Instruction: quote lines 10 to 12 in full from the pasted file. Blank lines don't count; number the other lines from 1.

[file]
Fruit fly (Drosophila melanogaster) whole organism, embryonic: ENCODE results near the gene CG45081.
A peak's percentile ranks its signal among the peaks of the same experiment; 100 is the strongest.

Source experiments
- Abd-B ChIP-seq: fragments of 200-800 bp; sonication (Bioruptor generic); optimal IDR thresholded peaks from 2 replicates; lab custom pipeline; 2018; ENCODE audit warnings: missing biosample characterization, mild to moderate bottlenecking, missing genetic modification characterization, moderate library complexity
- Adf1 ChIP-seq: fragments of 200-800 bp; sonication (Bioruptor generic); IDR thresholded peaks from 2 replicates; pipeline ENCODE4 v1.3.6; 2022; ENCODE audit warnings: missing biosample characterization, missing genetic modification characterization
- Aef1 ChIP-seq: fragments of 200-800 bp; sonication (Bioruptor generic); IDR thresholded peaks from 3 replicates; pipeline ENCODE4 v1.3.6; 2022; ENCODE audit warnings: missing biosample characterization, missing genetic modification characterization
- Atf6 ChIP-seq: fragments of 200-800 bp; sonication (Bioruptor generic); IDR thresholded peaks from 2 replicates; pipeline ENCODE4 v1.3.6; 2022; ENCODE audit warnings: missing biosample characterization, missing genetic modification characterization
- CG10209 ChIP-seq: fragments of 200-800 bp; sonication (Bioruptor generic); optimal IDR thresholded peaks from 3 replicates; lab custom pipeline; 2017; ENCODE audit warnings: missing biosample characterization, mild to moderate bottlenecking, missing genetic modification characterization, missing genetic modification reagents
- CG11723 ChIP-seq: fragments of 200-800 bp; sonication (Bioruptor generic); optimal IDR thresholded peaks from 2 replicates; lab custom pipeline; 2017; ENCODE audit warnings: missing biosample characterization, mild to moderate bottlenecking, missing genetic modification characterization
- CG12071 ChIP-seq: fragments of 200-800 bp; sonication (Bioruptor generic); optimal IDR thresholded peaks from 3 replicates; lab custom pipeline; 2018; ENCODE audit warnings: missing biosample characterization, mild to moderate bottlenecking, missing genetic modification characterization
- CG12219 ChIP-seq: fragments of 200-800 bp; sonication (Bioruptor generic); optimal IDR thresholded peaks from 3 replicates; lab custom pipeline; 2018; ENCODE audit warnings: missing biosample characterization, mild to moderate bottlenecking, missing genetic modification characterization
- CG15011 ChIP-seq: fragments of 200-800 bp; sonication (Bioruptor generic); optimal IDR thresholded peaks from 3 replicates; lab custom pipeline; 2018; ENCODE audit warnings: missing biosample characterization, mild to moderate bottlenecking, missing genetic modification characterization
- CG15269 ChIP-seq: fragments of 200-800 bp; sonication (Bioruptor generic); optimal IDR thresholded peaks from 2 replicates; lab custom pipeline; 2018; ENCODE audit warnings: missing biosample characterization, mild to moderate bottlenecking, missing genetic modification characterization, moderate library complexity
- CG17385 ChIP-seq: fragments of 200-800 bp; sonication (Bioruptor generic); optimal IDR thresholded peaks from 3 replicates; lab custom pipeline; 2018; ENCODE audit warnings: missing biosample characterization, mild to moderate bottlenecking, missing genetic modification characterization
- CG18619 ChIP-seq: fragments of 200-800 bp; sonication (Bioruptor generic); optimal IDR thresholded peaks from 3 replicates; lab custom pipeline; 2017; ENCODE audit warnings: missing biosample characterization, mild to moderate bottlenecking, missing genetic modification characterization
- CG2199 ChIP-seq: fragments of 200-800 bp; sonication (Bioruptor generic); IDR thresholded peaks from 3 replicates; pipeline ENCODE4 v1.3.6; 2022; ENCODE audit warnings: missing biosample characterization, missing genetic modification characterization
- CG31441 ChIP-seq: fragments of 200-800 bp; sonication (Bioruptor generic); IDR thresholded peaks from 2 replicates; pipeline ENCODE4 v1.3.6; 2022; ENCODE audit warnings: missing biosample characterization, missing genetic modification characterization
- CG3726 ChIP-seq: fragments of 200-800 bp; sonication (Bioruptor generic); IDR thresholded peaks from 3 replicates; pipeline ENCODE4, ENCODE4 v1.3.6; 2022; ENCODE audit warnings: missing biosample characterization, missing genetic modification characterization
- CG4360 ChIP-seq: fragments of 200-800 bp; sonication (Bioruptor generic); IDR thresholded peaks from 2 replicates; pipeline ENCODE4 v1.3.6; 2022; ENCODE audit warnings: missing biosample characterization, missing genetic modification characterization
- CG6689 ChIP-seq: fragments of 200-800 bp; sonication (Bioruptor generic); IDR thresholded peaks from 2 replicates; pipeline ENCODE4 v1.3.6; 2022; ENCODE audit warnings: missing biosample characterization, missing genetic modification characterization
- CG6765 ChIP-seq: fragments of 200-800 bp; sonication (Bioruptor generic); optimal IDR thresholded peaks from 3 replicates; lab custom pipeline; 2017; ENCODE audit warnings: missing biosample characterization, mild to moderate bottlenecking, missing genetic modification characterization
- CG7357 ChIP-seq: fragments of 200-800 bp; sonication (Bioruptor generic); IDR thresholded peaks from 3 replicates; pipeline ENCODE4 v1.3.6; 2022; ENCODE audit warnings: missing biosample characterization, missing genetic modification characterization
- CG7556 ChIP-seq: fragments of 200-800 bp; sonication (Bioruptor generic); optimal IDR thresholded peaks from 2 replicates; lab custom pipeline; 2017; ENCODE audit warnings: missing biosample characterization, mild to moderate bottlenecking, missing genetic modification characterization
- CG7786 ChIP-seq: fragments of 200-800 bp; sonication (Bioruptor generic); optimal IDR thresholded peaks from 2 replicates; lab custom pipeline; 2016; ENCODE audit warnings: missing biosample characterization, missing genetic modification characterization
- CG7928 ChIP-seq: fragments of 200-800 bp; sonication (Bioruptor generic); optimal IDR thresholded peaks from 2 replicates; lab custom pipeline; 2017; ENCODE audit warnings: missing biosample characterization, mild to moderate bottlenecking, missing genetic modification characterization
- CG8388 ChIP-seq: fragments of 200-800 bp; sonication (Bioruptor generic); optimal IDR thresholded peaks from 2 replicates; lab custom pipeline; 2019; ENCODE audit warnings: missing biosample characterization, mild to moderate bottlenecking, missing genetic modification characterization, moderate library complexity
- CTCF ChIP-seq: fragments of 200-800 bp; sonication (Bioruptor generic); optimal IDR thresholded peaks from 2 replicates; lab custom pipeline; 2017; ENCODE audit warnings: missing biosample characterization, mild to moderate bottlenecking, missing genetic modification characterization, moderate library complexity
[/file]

- CG12071 ChIP-seq: fragments of 200-800 bp; sonication (Bioruptor generic); optimal IDR thresholded peaks from 3 replicates; lab custom pipeline; 2018; ENCODE audit warnings: missing biosample characterization, mild to moderate bottlenecking, missing genetic modification characterization
- CG12219 ChIP-seq: fragments of 200-800 bp; sonication (Bioruptor generic); optimal IDR thresholded peaks from 3 replicates; lab custom pipeline; 2018; ENCODE audit warnings: missing biosample characterization, mild to moderate bottlenecking, missing genetic modification characterization
- CG15011 ChIP-seq: fragments of 200-800 bp; sonication (Bioruptor generic); optimal IDR thresholded peaks from 3 replicates; lab custom pipeline; 2018; ENCODE audit warnings: missing biosample characterization, mild to moderate bottlenecking, missing genetic modification characterization